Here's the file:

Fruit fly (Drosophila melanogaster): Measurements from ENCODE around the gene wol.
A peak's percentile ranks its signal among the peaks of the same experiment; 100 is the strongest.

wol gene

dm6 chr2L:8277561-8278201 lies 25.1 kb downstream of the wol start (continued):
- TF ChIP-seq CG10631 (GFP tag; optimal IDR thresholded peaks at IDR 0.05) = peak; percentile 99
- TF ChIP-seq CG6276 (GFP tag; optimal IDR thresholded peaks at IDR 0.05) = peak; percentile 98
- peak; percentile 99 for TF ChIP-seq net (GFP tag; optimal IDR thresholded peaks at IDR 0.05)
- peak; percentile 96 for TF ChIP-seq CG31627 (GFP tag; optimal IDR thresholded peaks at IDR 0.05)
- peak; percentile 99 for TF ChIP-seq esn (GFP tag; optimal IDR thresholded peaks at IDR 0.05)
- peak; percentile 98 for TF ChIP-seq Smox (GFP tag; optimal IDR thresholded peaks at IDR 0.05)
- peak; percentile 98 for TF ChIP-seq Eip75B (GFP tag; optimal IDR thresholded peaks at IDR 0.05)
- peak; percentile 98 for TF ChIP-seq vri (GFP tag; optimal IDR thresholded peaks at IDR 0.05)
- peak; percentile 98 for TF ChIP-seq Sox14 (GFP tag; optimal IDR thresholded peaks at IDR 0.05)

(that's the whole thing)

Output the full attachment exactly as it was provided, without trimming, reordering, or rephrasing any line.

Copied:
Fruit fly (Drosophila melanogaster): Measurements from ENCODE around the gene wol.
A peak's percentile ranks its signal among the peaks of the same experiment; 100 is the strongest.

wol gene

dm6 chr2L:8277561-8278201 lies 25.1 kb downstream of the wol start (continued):
- TF ChIP-seq CG10631 (GFP tag; optimal IDR thresholded peaks at IDR 0.05) = peak; percentile 99
- TF ChIP-seq CG6276 (GFP tag; optimal IDR thresholded peaks at IDR 0.05) = peak; percentile 98
- peak; percentile 99 for TF ChIP-seq net (GFP tag; optimal IDR thresholded peaks at IDR 0.05)
- peak; percentile 96 for TF ChIP-seq CG31627 (GFP tag; optimal IDR thresholded peaks at IDR 0.05)
- peak; percentile 99 for TF ChIP-seq esn (GFP tag; optimal IDR thresholded peaks at IDR 0.05)
- peak; percentile 98 for TF ChIP-seq Smox (GFP tag; optimal IDR thresholded peaks at IDR 0.05)
- peak; percentile 98 for TF ChIP-seq Eip75B (GFP tag; optimal IDR thresholded peaks at IDR 0.05)
- peak; percentile 98 for TF ChIP-seq vri (GFP tag; optimal IDR thresholded peaks at IDR 0.05)
- peak; percentile 98 for TF ChIP-seq Sox14 (GFP tag; optimal IDR thresholded peaks at IDR 0.05)